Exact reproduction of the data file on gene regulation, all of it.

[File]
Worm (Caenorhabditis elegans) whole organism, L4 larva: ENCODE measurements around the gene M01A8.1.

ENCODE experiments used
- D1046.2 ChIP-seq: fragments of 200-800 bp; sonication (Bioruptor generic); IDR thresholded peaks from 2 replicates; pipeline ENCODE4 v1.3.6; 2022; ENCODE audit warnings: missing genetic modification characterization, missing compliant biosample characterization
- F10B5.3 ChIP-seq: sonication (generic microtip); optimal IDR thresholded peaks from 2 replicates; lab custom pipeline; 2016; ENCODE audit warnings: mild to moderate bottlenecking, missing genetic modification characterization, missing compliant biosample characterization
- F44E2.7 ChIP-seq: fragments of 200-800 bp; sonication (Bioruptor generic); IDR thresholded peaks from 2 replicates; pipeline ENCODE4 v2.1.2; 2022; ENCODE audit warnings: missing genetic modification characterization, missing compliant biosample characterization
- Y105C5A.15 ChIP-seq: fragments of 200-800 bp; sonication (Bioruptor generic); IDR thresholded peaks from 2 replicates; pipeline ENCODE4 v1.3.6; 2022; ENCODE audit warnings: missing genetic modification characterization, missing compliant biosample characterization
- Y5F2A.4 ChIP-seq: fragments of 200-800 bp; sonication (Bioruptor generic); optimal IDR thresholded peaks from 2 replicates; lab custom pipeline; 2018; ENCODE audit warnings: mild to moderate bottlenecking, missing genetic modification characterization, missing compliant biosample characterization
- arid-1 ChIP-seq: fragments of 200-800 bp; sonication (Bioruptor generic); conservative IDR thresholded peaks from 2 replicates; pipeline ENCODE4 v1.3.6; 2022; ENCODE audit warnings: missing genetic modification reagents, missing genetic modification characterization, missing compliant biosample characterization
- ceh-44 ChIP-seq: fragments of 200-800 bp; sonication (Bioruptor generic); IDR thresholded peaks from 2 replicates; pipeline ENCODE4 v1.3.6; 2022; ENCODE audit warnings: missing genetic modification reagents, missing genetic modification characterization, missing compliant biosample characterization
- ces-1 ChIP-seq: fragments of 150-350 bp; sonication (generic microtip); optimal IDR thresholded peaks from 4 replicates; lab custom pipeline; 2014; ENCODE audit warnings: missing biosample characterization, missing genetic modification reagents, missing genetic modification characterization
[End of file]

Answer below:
Worm (Caenorhabditis elegans) whole organism, L4 larva: ENCODE measurements around the gene M01A8.1.

ENCODE experiments used
- D1046.2 ChIP-seq: fragments of 200-800 bp; sonication (Bioruptor generic); IDR thresholded peaks from 2 replicates; pipeline ENCODE4 v1.3.6; 2022; ENCODE audit warnings: missing genetic modification characterization, missing compliant biosample characterization
- F10B5.3 ChIP-seq: sonication (generic microtip); optimal IDR thresholded peaks from 2 replicates; lab custom pipeline; 2016; ENCODE audit warnings: mild to moderate bottlenecking, missing genetic modification characterization, missing compliant biosample characterization
- F44E2.7 ChIP-seq: fragments of 200-800 bp; sonication (Bioruptor generic); IDR thresholded peaks from 2 replicates; pipeline ENCODE4 v2.1.2; 2022; ENCODE audit warnings: missing genetic modification characterization, missing compliant biosample characterization
- Y105C5A.15 ChIP-seq: fragments of 200-800 bp; sonication (Bioruptor generic); IDR thresholded peaks from 2 replicates; pipeline ENCODE4 v1.3.6; 2022; ENCODE audit warnings: missing genetic modification characterization, missing compliant biosample characterization
- Y5F2A.4 ChIP-seq: fragments of 200-800 bp; sonication (Bioruptor generic); optimal IDR thresholded peaks from 2 replicates; lab custom pipeline; 2018; ENCODE audit warnings: mild to moderate bottlenecking, missing genetic modification characterization, missing compliant biosample characterization
- arid-1 ChIP-seq: fragments of 200-800 bp; sonication (Bioruptor generic); conservative IDR thresholded peaks from 2 replicates; pipeline ENCODE4 v1.3.6; 2022; ENCODE audit warnings: missing genetic modification reagents, missing genetic modification characterization, missing compliant biosample characterization
- ceh-44 ChIP-seq: fragments of 200-800 bp; sonication (Bioruptor generic); IDR thresholded peaks from 2 replicates; pipeline ENCODE4 v1.3.6; 2022; ENCODE audit warnings: missing genetic modification reagents, missing genetic modification characterization, missing compliant biosample characterization
- ces-1 ChIP-seq: fragments of 150-350 bp; sonication (generic microtip); optimal IDR thresholded peaks from 4 replicates; lab custom pipeline; 2014; ENCODE audit warnings: missing biosample characterization, missing genetic modification reagents, missing genetic modification characterization